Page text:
Following the first expedition’s success, the team explored carbonated springs in the Rocky Mountains of Colorado, where dissolved CO2 concentrations are up to a thousand times higher than Sicily’s volcanic seeps. Using Oxford Nanopore’s MinION system, they sequenced DNA in the field and designed media on-site to target and isolate carbon-capture-efficient microbes. This groundbreaking technique integrates hundreds of years of microbiological practice with cutting-edge DNA sequencing technology, a fundamental shift in how remote science is done in extreme environments.

“Beyond our human research, we founded SeedLabs to harness the power of microbes to enhance biodiversity and restore ecosystems impacted by human activity. With this collaboration, we have the potential to power the ‘bio-revolution’ in carbon technology and uncover novel solutions to address the climate crisis,” said Seed Health Co-Founder Raja Dhir.

An Open-Source ‘Living Database’
Dr. Tierney’s team is creating a unique, open-source ‘living database’ of extreme microbiomes, combining DNA sequencing data with a biobank of thousands of distinct environmental and biological samples. Leveraging their machine learning and microbial bioinformatics expertise, the team can continue investigating the biology from their field expeditions long after returning to the lab. The banked material also allows them to revisit the stored samples and culture additional organisms of interest based on their computational analysis. This innovative approach pairing DNA sequencing with a cultivated biobank at such a scale is unprecedented in extremophile microbiology, ensuring the preservation of valuable metadata and biological material for future research and development.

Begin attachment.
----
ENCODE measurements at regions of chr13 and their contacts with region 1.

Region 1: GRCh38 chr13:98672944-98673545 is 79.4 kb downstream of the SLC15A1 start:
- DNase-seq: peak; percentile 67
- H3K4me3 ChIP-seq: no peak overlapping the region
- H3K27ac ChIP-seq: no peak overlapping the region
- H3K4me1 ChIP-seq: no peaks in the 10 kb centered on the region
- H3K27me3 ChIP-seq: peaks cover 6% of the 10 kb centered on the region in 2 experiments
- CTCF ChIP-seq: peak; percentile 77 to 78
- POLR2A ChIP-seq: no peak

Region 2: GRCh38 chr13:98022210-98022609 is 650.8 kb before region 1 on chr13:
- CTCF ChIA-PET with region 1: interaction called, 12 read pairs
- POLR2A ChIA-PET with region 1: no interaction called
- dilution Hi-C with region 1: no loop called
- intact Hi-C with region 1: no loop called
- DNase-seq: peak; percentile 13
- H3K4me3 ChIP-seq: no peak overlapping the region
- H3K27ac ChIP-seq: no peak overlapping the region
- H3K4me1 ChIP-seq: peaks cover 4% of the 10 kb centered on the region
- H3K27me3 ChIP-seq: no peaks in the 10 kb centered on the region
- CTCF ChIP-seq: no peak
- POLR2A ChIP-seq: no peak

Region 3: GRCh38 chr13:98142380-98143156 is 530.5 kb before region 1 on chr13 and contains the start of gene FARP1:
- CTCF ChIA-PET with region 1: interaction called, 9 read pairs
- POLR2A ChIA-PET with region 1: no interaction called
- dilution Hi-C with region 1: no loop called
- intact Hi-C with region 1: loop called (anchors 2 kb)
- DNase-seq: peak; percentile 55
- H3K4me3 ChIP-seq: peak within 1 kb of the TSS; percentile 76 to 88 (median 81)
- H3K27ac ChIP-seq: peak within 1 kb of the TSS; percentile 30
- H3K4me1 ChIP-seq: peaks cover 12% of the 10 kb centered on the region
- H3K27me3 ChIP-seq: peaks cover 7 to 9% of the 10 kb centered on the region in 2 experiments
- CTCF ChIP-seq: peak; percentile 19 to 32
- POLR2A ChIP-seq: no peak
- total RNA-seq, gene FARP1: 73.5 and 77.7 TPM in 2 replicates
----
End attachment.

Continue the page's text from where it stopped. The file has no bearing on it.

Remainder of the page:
This latest initiative broadens SeedLabs’ environmental focus beyond probiotic innovations for ecosystem restoration to encompass cutting-edge research and microbial technologies that address the most significant hurdles presented by climate change. As part of its commitment to scientific translation and communication, the company engaged freediver and underwater photographer John Kowitz to accompany the research team in the field, capturing content on-site.

“Just as we’ve witnessed the tremendous impact of the microbiome on human health, this groundbreaking environmental research will be instrumental in unlocking the microbiome’s potential to tackle some of the most pressing challenges facing our planet, from carbon remediation to resource management to ecological preservation,” stated Seed Health Scientific Board Member George Church, Ph.D. “As we delve deeper into the untapped world of microbial life, we uncover transformative solutions that can significantly improve planetary health and pave the way for a more sustainable future.”

Learn more about SeedLabs—
Learn more about The Two Frontiers Project––

About SeedLabs
SeedLabs is the environmental research division of microbiome science company Seed Health. Founded on the notion of One Health –– that human health and environmental health are intertwined and interdependent –– SeedLabs advances emergent environmental research and microbial innovations to recover ecosystems impacted by human activity and address some of the greatest challenges presented by climate change.

Current SeedLabs projects encompass microbial innovations for honey bee preservation, coral reef regeneration, and plastic waste management.

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SOURCE Seed Health